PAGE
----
In a message dated 7/24/01 10:49:43 PM Pacific Daylight Time,
Name is Mel, KD7DCR, here and I am new to this ham radio gig. I am just
getting my first station set up, tower up, etc. this summer.
You seem to "flat know" your stuff about ladder line applications and I
have a basic question: i.e., How do you install your 123' or 135' of line
when the center connector is only +/- 45 ft from your operating
position/single point entry? This is a dipole design from CQ mag of about 3
or 4 years ago and in it they suggested using 66' to 125' of 450 ohm line. It
is about 140ft long made out of house grade Romex, center at 70ft naturally,
with the 3-cond "dasiy chained" for an effective length of +/- 210ft per
side. I personally think this will "look" like a 3/8" OD single conductor due
to induction - but, who knows: If it plays well and works for me here, I
don't care if it thinks it is 10ft long! Tuner will be a MFJ-949E that
accepts and switches 450 ohm line directly.
I can only put up a 40ft tower here to start - will fight the permit battle
when I can afford a self-supporting one in about 2 years. In the mean time,
make do with what I can afford and do now. Dipole will hang off of this tower
at the 32 to 34ft level, with a Unistrut/pulley assembly, and the other end
will be at about 22ft on a pole in my garden. Side lobe will be centered at
about 020 deg (true - not mag) by 200 deg.
I have an XYL that objects to "wires hanging all over the place", etc. and
need to keep this "looking" very sanitary. I have a blank wall of the house,
about 9ft tall x 14ft long, T-111 wood siding, right beside my entry to the
basement operating position. This is behind a green bush right now, it would
be in the open during winter months.
Is there any way to "loop" or "zig-zag" this excess ladder line on this
wall before going down into the shack? The eve has a metal rain gutter,
everything else is wood. Will be using one of the Wireman's QST grounding
spark plug devices before heading into the shack, and a knife switch inside
as well. I intend to disconnect from all ant and power when not working.
Top ant on the tower is Force12 C-4.
Thanks if you can shed some light on my question.
Regards & 73's,
Coeur d'Alene, ID >>
Mel: Looping and zig zagging is about the only way to use up the excessive
open wire length or live with the higher reactive loads of short length
feedlines if the tuner will match them. If you can get 1:1 SWR on the coax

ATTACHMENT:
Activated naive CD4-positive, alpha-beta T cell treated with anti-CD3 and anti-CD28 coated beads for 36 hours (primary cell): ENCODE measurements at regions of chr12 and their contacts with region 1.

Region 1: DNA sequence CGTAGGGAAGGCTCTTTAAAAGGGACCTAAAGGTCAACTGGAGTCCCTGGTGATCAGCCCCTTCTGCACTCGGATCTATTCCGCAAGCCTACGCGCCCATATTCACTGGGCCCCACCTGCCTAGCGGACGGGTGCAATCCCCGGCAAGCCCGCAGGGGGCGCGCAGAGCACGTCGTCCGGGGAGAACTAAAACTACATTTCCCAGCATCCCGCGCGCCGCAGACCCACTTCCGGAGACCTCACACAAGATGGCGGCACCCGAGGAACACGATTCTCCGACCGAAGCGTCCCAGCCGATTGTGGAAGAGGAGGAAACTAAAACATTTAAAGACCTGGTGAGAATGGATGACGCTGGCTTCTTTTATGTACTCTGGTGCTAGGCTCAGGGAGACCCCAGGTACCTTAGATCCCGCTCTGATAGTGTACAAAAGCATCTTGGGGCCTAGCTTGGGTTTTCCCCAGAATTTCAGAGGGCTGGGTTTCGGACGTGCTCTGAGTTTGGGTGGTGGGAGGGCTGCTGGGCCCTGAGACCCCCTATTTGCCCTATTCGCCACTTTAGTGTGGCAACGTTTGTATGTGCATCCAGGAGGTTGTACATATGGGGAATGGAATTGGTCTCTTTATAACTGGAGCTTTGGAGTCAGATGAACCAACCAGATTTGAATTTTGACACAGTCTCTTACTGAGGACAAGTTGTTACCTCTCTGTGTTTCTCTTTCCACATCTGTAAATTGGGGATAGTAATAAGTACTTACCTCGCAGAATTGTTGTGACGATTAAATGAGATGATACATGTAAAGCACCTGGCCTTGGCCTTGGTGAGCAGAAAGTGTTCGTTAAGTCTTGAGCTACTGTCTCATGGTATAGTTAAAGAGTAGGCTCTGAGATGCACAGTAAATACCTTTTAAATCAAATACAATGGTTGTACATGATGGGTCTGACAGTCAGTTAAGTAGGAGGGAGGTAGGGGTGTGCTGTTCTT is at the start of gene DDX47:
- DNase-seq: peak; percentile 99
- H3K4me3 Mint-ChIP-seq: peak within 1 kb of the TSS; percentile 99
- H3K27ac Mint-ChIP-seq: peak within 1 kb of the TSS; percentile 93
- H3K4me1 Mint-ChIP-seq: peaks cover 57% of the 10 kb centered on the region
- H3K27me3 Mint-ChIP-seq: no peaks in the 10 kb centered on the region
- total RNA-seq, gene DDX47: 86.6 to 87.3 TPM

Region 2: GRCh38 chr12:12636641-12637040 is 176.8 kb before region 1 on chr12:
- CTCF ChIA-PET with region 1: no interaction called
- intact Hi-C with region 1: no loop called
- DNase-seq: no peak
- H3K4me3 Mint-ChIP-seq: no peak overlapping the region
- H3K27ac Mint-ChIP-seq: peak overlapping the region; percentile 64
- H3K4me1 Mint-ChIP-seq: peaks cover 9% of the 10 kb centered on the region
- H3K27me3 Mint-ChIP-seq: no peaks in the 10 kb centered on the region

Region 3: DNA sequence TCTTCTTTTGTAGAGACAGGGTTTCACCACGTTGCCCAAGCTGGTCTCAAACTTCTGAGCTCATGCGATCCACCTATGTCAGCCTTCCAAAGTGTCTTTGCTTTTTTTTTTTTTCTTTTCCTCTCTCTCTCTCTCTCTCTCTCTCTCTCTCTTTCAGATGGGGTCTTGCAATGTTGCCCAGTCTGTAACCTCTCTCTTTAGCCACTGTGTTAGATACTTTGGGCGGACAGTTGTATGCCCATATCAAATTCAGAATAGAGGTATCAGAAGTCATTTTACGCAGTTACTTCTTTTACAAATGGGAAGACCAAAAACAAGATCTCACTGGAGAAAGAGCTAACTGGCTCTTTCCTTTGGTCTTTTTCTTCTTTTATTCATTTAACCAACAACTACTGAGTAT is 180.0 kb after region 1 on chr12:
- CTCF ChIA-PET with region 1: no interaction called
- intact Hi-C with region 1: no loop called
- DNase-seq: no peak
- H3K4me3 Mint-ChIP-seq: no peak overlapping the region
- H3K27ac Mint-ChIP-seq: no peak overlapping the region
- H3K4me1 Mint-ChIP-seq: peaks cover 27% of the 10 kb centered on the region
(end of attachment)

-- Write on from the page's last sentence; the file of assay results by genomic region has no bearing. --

to the rig and no arcing or warming of the tuner, you have maximum transfer
of energy into the input of the feedline and into the antenna minus the loss
in the feedline what ever it is. Matching at the input of the feedline is
the most important match.
I'm going to make a "Ferris Wheel Spiro" to use up excesive length. The
spacing will be about 2' between the line. Right angle bends are not
recommended. I'll grid dip it before and after. The Ferris Wheel can be on
a post or on the side of the house.
I have in the past had a 2 ganged 2 pole switchs so I could swtich in
certain lengths of open wire line so as to obtain a Hi-Z or a Lo-Z for the
tuner. This is practical for the higher frequencies. You don't always need
a tuner with typical Lo-Z's around 50 ohms reflected to the end of a 1/2 wave
multiple feedline. I have found you can feed and open wire line directly
into the unbalanced 50 ohm output of a rig or in my case a coax switch
without RF in the shack. I add a series BC 3 gang variable in the grounded
or shield lead. Connect the rotor to the shield or ground connection.
Resonate a dipole or vertical antenna low in the band and using a feedline
that is a 1/2 wave multiple, you can often obtain a low SWR and/or resistive
load easy over the whole band to match by even the 50 ohm rigs in many cases.
In the "Old Days" of "Link Coupling," one could have a balanced or
unbalanced output with a series variable to obtain a resistive load to the
final even with SWR. Band edge operation was not a problem it is now with 50
ohm output finals. With a resistive load one could swing the link in an out
for any power level desired without having to redip the final. With the
right number of turns in the link one could reflect the optimum load to the
final for max output for loads of 30 to 1000 ohms also--no tuner. You just
had the inconvenience of changing tank coils. So all Art Collins did for you
with the band switching Pi is to eliminate plug in coils, lower the Z
matching range and allow only an unbalanced load. You could match higher
SWR's on coax but at a lower final efficiency. I have built a blanced Pi
output final for push-pull tubes and it's great for open wire line of Hi/Lo-Z
loads. I still have my old Pr-813's final and will perhaps just add 2 more
With open wire line you don't have to worry about your feedline losses going
up in time and feedline damage is easily seen and repaired. It is not with
coax. I also still have and open wire line I made in the 30's. That's great
feedline economy. k7gco
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